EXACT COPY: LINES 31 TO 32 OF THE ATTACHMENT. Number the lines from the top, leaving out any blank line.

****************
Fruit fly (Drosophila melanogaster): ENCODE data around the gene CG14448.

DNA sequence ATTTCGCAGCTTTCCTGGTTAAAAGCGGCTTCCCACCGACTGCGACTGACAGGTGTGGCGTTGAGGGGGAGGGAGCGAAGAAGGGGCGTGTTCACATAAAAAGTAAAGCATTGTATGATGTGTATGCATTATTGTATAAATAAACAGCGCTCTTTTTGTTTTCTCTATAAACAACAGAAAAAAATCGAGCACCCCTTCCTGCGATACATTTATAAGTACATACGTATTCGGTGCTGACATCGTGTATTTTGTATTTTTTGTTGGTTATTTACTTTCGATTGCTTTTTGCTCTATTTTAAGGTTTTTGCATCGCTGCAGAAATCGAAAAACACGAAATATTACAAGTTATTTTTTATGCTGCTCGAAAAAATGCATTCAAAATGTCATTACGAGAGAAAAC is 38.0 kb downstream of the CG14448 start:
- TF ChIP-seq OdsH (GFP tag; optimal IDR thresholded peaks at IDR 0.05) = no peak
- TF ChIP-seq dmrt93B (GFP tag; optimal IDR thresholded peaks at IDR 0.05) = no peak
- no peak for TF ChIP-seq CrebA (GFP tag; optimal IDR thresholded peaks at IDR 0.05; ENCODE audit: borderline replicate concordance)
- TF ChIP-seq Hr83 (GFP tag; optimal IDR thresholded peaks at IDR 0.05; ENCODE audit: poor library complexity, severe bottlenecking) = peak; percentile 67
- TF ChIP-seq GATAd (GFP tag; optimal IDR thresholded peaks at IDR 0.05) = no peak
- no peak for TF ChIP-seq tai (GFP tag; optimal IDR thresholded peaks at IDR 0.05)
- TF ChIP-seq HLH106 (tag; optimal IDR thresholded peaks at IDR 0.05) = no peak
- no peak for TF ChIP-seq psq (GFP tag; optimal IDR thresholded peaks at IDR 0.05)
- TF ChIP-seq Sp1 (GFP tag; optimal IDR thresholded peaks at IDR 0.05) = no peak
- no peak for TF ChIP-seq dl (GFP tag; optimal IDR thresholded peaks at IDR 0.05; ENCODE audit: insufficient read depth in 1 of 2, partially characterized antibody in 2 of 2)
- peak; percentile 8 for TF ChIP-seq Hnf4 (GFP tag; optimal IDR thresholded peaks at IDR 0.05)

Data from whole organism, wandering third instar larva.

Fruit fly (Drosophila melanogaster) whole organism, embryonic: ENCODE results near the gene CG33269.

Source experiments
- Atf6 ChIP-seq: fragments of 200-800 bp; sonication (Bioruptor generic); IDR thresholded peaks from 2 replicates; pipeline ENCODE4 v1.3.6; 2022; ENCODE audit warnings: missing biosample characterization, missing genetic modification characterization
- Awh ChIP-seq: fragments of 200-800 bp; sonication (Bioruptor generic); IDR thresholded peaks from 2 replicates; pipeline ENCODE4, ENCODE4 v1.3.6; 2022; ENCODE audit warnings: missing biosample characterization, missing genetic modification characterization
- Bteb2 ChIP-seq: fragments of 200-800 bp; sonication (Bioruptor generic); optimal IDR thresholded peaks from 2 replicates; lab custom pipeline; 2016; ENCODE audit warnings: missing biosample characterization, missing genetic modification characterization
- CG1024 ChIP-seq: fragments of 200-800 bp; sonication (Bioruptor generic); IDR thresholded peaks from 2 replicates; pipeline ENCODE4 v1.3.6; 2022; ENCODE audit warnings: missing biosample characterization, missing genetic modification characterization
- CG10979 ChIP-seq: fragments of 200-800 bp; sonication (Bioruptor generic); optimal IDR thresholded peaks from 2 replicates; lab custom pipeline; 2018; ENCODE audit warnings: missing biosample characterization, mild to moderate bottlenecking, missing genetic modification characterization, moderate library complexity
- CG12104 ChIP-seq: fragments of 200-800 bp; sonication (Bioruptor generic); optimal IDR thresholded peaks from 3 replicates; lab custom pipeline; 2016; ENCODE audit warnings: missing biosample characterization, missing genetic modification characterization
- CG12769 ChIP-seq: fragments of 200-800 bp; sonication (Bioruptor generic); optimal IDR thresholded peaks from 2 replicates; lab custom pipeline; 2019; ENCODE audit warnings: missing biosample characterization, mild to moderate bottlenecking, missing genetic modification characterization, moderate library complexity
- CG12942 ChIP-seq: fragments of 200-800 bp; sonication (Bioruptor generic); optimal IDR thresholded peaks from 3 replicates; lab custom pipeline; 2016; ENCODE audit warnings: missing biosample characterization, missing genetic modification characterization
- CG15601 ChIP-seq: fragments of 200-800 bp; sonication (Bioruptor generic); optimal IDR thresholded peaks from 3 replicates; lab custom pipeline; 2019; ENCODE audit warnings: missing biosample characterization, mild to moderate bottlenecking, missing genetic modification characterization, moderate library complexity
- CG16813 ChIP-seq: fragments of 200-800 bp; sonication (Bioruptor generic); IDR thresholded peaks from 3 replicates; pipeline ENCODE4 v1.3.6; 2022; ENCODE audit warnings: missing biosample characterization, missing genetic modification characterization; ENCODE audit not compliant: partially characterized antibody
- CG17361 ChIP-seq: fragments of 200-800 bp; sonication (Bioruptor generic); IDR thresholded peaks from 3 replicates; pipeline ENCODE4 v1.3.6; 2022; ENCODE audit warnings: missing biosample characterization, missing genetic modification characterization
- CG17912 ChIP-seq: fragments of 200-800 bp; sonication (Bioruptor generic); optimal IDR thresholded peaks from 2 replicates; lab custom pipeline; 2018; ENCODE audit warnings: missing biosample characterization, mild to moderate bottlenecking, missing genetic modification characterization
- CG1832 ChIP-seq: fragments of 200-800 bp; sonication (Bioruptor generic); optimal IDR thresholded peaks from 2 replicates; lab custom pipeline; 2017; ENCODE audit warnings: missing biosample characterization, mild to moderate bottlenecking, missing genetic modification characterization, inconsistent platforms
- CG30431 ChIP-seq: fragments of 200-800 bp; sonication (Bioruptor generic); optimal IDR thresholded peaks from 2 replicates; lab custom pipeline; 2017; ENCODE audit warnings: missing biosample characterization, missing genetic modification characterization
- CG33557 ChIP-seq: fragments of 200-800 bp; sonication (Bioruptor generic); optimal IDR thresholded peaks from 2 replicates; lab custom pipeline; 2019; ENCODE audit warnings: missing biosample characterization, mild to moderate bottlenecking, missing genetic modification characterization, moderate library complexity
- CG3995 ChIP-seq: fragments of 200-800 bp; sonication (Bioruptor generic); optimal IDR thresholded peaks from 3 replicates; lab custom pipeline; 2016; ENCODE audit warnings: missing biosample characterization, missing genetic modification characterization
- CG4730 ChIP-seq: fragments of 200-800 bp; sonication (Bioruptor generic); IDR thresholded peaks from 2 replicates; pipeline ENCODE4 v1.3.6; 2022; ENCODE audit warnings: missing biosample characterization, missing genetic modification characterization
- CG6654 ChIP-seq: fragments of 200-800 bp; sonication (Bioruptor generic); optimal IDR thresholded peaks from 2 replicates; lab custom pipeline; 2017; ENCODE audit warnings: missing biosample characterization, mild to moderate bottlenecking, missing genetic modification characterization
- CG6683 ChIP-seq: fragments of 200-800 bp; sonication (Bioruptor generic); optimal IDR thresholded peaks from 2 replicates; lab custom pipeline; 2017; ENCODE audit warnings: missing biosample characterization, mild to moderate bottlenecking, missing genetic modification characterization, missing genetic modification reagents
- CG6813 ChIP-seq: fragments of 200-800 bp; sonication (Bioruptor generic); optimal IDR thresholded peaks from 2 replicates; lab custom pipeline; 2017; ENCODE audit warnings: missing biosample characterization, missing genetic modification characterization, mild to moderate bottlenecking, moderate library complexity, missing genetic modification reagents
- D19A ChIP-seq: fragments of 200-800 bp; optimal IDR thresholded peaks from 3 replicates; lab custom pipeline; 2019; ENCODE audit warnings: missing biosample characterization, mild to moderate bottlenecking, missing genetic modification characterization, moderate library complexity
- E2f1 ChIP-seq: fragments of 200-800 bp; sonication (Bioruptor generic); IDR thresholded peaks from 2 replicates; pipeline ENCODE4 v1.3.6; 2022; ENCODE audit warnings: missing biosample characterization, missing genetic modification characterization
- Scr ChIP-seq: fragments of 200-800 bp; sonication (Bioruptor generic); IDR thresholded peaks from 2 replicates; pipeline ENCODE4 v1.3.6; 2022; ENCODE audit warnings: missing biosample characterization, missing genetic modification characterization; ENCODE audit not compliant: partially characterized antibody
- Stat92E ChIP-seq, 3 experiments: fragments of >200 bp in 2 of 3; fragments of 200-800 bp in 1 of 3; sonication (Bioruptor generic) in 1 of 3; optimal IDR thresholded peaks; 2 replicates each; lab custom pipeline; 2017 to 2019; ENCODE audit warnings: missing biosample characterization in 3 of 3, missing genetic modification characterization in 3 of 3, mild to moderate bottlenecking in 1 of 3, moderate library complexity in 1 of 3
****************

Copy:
- CG33557 ChIP-seq: fragments of 200-800 bp; sonication (Bioruptor generic); optimal IDR thresholded peaks from 2 replicates; lab custom pipeline; 2019; ENCODE audit warnings: missing biosample characterization, mild to moderate bottlenecking, missing genetic modification characterization, moderate library complexity
- CG3995 ChIP-seq: fragments of 200-800 bp; sonication (Bioruptor generic); optimal IDR thresholded peaks from 3 replicates; lab custom pipeline; 2016; ENCODE audit warnings: missing biosample characterization, missing genetic modification characterization